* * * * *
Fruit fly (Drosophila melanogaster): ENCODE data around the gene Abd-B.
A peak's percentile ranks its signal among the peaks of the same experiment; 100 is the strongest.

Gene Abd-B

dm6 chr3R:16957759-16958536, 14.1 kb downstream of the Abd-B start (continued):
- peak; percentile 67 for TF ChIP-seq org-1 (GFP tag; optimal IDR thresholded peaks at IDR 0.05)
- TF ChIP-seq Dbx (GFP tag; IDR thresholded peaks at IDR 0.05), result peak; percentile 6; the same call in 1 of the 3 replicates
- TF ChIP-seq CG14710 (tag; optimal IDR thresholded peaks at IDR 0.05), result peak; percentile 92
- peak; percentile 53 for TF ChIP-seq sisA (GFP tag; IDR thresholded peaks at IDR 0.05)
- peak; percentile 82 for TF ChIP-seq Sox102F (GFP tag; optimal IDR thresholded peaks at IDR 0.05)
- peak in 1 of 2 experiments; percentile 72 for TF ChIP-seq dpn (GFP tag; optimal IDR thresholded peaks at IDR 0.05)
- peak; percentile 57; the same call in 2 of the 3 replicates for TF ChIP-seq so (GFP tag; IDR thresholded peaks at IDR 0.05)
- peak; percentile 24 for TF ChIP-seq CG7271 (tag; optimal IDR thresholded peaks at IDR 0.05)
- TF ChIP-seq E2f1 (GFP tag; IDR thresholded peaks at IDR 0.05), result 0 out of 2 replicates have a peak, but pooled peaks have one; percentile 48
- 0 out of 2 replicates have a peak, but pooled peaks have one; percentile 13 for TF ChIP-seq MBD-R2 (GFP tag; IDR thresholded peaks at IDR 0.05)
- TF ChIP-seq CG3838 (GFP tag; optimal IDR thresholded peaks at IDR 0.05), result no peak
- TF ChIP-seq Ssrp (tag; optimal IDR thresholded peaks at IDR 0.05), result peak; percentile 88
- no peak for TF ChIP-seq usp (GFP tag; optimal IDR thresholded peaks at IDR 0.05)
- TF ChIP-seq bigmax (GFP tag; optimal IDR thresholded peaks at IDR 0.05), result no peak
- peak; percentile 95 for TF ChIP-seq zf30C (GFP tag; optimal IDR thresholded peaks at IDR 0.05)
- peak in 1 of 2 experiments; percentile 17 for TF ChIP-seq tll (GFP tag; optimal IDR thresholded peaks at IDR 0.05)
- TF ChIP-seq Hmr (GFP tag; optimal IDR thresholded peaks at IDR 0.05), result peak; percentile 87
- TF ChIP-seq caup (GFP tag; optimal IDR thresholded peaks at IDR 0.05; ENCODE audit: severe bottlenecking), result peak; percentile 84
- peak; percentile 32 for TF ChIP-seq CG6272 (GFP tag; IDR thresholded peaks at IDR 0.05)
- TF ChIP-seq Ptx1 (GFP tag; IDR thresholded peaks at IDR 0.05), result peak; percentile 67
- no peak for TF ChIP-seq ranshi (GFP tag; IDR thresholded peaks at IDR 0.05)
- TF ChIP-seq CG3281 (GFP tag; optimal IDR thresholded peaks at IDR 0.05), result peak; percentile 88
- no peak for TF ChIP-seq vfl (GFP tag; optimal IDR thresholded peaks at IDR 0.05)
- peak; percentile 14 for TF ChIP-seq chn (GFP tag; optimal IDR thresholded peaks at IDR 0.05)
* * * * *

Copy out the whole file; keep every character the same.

Fruit fly (Drosophila melanogaster): ENCODE data around the gene Abd-B.
A peak's percentile ranks its signal among the peaks of the same experiment; 100 is the strongest.

Gene Abd-B

dm6 chr3R:16957759-16958536, 14.1 kb downstream of the Abd-B start (continued):
- peak; percentile 67 for TF ChIP-seq org-1 (GFP tag; optimal IDR thresholded peaks at IDR 0.05)
- TF ChIP-seq Dbx (GFP tag; IDR thresholded peaks at IDR 0.05), result peak; percentile 6; the same call in 1 of the 3 replicates
- TF ChIP-seq CG14710 (tag; optimal IDR thresholded peaks at IDR 0.05), result peak; percentile 92
- peak; percentile 53 for TF ChIP-seq sisA (GFP tag; IDR thresholded peaks at IDR 0.05)
- peak; percentile 82 for TF ChIP-seq Sox102F (GFP tag; optimal IDR thresholded peaks at IDR 0.05)
- peak in 1 of 2 experiments; percentile 72 for TF ChIP-seq dpn (GFP tag; optimal IDR thresholded peaks at IDR 0.05)
- peak; percentile 57; the same call in 2 of the 3 replicates for TF ChIP-seq so (GFP tag; IDR thresholded peaks at IDR 0.05)
- peak; percentile 24 for TF ChIP-seq CG7271 (tag; optimal IDR thresholded peaks at IDR 0.05)
- TF ChIP-seq E2f1 (GFP tag; IDR thresholded peaks at IDR 0.05), result 0 out of 2 replicates have a peak, but pooled peaks have one; percentile 48
- 0 out of 2 replicates have a peak, but pooled peaks have one; percentile 13 for TF ChIP-seq MBD-R2 (GFP tag; IDR thresholded peaks at IDR 0.05)
- TF ChIP-seq CG3838 (GFP tag; optimal IDR thresholded peaks at IDR 0.05), result no peak
- TF ChIP-seq Ssrp (tag; optimal IDR thresholded peaks at IDR 0.05), result peak; percentile 88
- no peak for TF ChIP-seq usp (GFP tag; optimal IDR thresholded peaks at IDR 0.05)
- TF ChIP-seq bigmax (GFP tag; optimal IDR thresholded peaks at IDR 0.05), result no peak
- peak; percentile 95 for TF ChIP-seq zf30C (GFP tag; optimal IDR thresholded peaks at IDR 0.05)
- peak in 1 of 2 experiments; percentile 17 for TF ChIP-seq tll (GFP tag; optimal IDR thresholded peaks at IDR 0.05)
- TF ChIP-seq Hmr (GFP tag; optimal IDR thresholded peaks at IDR 0.05), result peak; percentile 87
- TF ChIP-seq caup (GFP tag; optimal IDR thresholded peaks at IDR 0.05; ENCODE audit: severe bottlenecking), result peak; percentile 84
- peak; percentile 32 for TF ChIP-seq CG6272 (GFP tag; IDR thresholded peaks at IDR 0.05)
- TF ChIP-seq Ptx1 (GFP tag; IDR thresholded peaks at IDR 0.05), result peak; percentile 67
- no peak for TF ChIP-seq ranshi (GFP tag; IDR thresholded peaks at IDR 0.05)
- TF ChIP-seq CG3281 (GFP tag; optimal IDR thresholded peaks at IDR 0.05), result peak; percentile 88
- no peak for TF ChIP-seq vfl (GFP tag; optimal IDR thresholded peaks at IDR 0.05)
- peak; percentile 14 for TF ChIP-seq chn (GFP tag; optimal IDR thresholded peaks at IDR 0.05)